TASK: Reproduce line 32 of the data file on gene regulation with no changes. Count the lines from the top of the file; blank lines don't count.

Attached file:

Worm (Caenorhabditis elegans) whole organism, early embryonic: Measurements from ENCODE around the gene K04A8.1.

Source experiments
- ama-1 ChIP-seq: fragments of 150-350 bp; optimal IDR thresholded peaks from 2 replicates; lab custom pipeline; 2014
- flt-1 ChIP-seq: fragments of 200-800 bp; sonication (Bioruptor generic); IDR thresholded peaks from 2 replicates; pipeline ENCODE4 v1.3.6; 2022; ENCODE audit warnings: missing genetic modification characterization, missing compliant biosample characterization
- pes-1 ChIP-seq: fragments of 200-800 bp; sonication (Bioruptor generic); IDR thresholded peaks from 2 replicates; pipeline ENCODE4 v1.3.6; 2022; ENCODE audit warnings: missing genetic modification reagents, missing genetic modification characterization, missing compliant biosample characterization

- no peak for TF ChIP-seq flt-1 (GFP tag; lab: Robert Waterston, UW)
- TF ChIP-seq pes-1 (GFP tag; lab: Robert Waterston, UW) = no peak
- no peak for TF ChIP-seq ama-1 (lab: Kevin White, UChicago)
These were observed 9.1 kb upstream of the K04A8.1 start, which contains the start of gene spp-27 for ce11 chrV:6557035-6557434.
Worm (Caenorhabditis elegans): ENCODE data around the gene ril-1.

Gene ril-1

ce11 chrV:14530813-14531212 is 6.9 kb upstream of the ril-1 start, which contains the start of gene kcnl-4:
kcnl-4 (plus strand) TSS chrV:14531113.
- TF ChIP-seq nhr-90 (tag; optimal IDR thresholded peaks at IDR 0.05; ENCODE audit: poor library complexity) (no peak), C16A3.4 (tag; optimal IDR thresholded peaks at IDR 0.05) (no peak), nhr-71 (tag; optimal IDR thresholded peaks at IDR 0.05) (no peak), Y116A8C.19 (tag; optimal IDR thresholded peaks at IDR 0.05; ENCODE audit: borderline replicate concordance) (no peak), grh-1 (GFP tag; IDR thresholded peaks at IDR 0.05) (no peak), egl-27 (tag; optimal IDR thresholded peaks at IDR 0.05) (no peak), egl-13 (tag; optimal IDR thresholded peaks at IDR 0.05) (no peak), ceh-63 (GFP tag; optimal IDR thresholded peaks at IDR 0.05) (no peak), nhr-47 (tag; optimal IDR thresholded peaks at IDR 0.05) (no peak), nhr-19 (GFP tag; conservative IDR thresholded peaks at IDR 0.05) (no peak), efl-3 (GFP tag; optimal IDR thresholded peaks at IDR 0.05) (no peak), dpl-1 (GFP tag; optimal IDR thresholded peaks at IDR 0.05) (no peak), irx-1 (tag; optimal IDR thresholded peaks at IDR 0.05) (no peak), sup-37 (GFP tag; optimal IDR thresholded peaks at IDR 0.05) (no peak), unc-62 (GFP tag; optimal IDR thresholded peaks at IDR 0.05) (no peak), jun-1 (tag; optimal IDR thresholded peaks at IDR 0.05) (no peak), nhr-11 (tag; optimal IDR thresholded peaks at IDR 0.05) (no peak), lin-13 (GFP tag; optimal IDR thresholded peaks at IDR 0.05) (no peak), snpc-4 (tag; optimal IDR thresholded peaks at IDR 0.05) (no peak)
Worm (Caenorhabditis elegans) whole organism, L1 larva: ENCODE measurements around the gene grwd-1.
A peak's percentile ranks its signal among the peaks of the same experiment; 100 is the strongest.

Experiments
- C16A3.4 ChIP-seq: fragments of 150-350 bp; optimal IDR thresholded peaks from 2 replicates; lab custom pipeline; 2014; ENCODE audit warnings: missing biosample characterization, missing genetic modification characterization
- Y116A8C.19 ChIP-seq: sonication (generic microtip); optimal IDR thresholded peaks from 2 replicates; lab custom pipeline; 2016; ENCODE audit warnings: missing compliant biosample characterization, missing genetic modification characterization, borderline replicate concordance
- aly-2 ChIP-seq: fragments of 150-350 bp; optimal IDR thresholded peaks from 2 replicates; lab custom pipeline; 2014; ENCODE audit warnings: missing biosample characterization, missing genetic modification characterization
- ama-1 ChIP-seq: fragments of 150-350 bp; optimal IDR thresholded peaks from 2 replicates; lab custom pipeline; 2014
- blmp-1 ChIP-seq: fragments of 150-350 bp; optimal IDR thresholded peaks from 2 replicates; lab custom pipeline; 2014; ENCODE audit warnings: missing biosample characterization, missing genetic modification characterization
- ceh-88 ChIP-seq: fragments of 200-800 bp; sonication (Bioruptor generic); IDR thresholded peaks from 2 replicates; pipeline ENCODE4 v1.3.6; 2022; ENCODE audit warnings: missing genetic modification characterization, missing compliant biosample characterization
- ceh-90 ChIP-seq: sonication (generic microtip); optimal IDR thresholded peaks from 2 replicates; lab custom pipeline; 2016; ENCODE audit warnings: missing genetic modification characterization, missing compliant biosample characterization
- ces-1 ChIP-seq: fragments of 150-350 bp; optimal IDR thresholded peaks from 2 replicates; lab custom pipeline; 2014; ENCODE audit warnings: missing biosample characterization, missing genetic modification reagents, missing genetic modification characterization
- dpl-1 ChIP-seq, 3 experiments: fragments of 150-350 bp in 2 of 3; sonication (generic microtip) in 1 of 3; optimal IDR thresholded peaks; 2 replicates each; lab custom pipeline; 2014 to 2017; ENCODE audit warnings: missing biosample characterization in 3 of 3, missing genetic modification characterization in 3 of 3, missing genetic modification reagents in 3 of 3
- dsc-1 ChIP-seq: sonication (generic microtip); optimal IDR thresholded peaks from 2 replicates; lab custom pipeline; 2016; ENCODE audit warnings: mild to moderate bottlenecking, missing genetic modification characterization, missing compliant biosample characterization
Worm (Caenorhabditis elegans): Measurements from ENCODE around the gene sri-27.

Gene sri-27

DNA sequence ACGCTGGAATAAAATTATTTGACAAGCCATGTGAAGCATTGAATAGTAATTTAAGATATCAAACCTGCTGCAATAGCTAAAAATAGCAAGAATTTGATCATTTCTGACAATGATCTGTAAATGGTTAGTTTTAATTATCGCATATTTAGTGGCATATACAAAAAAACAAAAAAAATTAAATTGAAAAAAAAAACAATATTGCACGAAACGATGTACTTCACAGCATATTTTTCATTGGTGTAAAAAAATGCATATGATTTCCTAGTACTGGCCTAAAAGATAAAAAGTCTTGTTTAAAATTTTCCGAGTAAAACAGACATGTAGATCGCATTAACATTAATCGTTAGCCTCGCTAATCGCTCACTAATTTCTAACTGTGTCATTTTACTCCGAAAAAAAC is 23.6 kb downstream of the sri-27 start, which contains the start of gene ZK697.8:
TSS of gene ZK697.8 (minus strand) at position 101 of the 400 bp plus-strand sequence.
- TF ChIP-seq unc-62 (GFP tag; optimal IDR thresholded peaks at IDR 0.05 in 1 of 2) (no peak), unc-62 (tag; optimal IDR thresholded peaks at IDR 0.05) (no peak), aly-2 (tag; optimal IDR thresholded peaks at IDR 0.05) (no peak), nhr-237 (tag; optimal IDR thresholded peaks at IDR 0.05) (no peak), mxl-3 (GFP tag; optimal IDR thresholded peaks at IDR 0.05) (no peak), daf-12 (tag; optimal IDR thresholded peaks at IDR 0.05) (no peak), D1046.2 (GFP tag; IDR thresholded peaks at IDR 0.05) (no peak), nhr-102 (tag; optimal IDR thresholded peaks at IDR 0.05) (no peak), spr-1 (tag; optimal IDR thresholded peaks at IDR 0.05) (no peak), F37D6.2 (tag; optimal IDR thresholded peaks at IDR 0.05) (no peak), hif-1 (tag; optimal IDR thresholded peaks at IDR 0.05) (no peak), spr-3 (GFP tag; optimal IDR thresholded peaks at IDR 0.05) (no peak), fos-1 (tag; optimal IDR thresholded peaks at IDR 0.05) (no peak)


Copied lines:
- TF ChIP-seq unc-62 (GFP tag; optimal IDR thresholded peaks at IDR 0.05 in 1 of 2) (no peak), unc-62 (tag; optimal IDR thresholded peaks at IDR 0.05) (no peak), aly-2 (tag; optimal IDR thresholded peaks at IDR 0.05) (no peak), nhr-237 (tag; optimal IDR thresholded peaks at IDR 0.05) (no peak), mxl-3 (GFP tag; optimal IDR thresholded peaks at IDR 0.05) (no peak), daf-12 (tag; optimal IDR thresholded peaks at IDR 0.05) (no peak), D1046.2 (GFP tag; IDR thresholded peaks at IDR 0.05) (no peak), nhr-102 (tag; optimal IDR thresholded peaks at IDR 0.05) (no peak), spr-1 (tag; optimal IDR thresholded peaks at IDR 0.05) (no peak), F37D6.2 (tag; optimal IDR thresholded peaks at IDR 0.05) (no peak), hif-1 (tag; optimal IDR thresholded peaks at IDR 0.05) (no peak), spr-3 (GFP tag; optimal IDR thresholded peaks at IDR 0.05) (no peak), fos-1 (tag; optimal IDR thresholded peaks at IDR 0.05) (no peak)